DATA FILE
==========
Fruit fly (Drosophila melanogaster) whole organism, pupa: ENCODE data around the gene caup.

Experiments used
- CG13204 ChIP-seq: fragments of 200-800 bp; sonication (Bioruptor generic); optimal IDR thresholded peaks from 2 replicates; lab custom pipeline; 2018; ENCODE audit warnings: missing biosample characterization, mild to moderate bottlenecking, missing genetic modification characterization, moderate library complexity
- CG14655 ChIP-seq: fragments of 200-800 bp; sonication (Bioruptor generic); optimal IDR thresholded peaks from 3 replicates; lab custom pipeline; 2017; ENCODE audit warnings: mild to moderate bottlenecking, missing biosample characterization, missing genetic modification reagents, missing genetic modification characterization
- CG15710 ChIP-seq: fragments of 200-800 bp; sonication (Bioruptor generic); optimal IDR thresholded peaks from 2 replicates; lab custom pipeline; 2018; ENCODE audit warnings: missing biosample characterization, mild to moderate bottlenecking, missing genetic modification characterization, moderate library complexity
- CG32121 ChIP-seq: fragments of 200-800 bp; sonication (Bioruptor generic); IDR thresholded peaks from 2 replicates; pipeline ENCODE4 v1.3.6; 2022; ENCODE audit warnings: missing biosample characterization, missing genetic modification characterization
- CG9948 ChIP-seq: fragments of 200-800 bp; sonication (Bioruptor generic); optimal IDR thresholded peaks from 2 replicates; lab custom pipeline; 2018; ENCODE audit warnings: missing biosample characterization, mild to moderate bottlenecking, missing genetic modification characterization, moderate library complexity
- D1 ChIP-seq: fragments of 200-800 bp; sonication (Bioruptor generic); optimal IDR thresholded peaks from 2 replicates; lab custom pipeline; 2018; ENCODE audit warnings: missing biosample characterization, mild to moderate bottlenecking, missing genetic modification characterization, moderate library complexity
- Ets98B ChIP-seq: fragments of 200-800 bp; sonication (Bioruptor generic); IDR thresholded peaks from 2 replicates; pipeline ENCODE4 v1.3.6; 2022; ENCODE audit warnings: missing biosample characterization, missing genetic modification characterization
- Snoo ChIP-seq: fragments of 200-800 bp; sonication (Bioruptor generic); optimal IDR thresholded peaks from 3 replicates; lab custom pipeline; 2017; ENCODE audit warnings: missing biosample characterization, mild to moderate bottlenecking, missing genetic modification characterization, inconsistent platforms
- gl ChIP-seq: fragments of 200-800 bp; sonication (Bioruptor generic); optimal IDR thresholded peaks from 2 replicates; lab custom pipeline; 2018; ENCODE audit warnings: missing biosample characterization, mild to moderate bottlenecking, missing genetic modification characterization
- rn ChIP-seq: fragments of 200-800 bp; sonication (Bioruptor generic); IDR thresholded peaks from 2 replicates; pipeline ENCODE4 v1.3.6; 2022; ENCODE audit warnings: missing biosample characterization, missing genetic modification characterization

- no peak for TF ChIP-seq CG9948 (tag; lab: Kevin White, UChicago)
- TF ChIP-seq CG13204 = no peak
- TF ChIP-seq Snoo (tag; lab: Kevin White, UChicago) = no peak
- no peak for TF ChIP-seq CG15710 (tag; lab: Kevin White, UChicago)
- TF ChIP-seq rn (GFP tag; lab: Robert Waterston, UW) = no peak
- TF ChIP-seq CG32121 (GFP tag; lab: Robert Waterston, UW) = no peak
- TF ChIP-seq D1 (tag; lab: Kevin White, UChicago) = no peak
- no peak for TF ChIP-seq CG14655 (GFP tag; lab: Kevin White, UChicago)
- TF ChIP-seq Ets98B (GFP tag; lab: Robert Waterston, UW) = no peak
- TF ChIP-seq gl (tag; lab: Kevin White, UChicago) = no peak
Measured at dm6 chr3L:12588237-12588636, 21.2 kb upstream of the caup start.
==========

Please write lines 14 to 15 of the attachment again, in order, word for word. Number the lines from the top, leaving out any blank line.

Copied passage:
- TF ChIP-seq CG13204 = no peak
- TF ChIP-seq Snoo (tag; lab: Kevin White, UChicago) = no peak